That kind of took some of the stress out of the entire event for me, totally rendering any finish time I had in mind irrelevant. All expectations were off. So a bomb of a bike or a ruin of a run could just be chalked up to experience.

That said, I did hope to finish the marathon in about 4:45. I was halfway through and was at 2:25, and I couldn’t hold this pace and not cramp.

This slow run wasn’t due to lack of training, heart rate, or mental state, but purely due to the cramps. Ironic that now heart rate was a non-issue. My goal was to keep it below 156. The average ended up being a comfortable – sorry – easy – 123. My max only went to 147!

It was a weird feeling running with a low heart rate. But each time I tried to turn up the pace, the cramps came in.

On the third lap, I saw my parents, wife, and kids. That gave me a real boost. I stopped for a second – my kids hugged me, and encouraged me to run on.

Only 10k more to go!
The sun was going down and it was actually cooling off. And by the fourth lap, it was getting old. I wasn’t really hurting that much – nothing like my first marathon, or my 50k almost exactly a year beforehand. But I was mentally fatigued, and ready to see that finisher chute.

Finally, I was approaching the end, and had about 2 km to go. I picked up the pace a bit, pretty much ignoring the cramps. I grabbed my fourth lap bracelet, and put it on. I rounded the corner into the race village where the crowd was thickest. A huge smile on my face, the spectators could see I was coming home. I saw others with just two or three bracelets on and was thankful I was not in their positions, and grateful for mine, however mediocre it may have been.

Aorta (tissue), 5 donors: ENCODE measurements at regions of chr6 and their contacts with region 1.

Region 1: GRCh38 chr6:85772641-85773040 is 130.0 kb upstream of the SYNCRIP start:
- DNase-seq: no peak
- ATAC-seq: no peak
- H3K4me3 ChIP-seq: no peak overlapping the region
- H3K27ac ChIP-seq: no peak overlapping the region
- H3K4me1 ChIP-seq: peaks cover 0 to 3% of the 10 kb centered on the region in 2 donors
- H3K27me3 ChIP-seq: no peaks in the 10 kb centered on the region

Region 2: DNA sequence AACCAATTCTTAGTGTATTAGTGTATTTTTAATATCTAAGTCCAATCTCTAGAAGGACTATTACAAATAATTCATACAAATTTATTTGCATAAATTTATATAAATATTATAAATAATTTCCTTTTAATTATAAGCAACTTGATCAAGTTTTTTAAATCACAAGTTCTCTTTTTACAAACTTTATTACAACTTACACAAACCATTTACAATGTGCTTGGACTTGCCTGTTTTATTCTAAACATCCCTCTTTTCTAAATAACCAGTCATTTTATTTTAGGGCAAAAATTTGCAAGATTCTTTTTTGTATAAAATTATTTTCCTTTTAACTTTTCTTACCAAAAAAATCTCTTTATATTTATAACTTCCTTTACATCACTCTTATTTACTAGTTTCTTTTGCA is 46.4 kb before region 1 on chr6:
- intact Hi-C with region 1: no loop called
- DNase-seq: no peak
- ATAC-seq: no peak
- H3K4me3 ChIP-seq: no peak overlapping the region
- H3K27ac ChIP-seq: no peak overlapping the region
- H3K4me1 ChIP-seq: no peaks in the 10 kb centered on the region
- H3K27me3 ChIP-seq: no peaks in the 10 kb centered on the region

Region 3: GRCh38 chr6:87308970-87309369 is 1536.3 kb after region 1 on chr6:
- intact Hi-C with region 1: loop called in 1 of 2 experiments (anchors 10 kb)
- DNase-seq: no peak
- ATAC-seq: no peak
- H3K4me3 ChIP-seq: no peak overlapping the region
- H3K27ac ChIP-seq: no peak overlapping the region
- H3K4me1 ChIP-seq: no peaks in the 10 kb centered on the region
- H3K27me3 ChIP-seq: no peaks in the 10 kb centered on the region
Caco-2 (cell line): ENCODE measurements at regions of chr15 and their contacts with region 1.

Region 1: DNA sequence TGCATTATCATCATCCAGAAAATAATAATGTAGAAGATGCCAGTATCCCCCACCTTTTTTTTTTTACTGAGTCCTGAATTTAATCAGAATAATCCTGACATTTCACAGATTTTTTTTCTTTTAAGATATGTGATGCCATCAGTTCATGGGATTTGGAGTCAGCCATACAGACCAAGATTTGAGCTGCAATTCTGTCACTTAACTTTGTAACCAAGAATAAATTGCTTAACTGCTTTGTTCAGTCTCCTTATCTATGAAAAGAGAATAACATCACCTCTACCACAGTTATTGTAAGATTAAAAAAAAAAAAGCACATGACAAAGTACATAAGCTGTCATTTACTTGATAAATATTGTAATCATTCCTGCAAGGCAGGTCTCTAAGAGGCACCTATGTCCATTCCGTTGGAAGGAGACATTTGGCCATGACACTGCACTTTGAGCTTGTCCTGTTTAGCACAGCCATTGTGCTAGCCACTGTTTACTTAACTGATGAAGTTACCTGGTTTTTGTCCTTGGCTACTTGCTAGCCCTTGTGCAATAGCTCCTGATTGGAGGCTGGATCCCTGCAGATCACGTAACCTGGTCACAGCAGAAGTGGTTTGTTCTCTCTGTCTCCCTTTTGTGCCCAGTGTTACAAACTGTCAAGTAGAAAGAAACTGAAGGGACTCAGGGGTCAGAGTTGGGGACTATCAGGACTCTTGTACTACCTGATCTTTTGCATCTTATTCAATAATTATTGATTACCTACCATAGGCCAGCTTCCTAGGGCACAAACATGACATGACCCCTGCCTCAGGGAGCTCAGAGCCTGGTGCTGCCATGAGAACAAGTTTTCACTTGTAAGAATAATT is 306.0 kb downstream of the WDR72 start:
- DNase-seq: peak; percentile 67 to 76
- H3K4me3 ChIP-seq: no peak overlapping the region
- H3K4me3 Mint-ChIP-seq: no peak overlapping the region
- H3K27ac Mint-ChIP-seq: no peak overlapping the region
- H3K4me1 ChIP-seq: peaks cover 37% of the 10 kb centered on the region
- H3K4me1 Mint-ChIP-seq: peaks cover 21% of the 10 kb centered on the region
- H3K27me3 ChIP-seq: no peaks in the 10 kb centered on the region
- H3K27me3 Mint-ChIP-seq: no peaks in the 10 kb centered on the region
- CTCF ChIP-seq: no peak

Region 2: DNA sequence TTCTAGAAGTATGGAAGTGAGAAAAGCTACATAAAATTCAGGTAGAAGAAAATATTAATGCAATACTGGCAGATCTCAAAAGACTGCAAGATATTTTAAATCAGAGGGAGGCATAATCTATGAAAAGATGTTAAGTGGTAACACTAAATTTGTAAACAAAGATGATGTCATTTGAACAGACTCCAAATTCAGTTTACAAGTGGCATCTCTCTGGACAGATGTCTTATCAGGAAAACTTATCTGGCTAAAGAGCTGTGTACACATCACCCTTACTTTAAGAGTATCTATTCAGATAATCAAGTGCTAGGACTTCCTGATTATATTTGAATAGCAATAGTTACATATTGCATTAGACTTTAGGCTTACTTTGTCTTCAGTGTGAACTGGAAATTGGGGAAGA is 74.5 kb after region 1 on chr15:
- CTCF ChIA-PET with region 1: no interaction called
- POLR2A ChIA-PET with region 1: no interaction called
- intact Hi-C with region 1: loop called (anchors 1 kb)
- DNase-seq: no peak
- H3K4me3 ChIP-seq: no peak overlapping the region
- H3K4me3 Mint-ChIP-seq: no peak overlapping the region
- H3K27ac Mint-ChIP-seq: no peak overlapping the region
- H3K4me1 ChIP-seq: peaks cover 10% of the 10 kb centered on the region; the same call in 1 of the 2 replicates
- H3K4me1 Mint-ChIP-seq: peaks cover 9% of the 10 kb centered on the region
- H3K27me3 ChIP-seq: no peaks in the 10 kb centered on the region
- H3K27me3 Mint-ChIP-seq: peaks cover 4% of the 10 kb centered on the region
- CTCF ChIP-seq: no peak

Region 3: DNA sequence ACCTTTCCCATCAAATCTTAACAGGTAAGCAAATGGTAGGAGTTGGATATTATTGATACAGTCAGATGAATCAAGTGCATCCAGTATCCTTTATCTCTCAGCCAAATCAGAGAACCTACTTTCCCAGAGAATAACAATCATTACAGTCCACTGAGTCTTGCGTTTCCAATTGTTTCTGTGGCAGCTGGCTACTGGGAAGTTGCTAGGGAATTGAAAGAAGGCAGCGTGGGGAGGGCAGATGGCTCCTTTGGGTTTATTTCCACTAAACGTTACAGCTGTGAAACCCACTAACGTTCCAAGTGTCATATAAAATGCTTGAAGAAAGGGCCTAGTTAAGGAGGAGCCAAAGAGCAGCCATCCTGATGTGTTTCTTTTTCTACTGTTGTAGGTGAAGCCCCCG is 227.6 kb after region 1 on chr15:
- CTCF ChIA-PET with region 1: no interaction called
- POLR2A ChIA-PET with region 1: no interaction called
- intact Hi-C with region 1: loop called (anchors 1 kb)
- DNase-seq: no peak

About to high-5 the announcer
The finish chute was in sight. Two guys were in front of me. I surged ahead with excitement, making sure I’d pass both of them before I entered the chute. The chute was lit up. Nobody was ahead of me. I’ve always heard people say to take this moment slowly, enjoy it, and savor each step, but I sprinted. Ran right down the middle, as fast as I could.

Congratulations! You are not an IRONMAN!
I waited for those six coveted words from the announcer, “Andrew Patterson, you are an IRONMAN!” but they never came. He called my name and country, but saved that sacred induction for next time.

For a race that really was an IRONMAN. One that included a swim of 3.8km, a bike of 180, and a run of 42.

I was not an IRONMAN.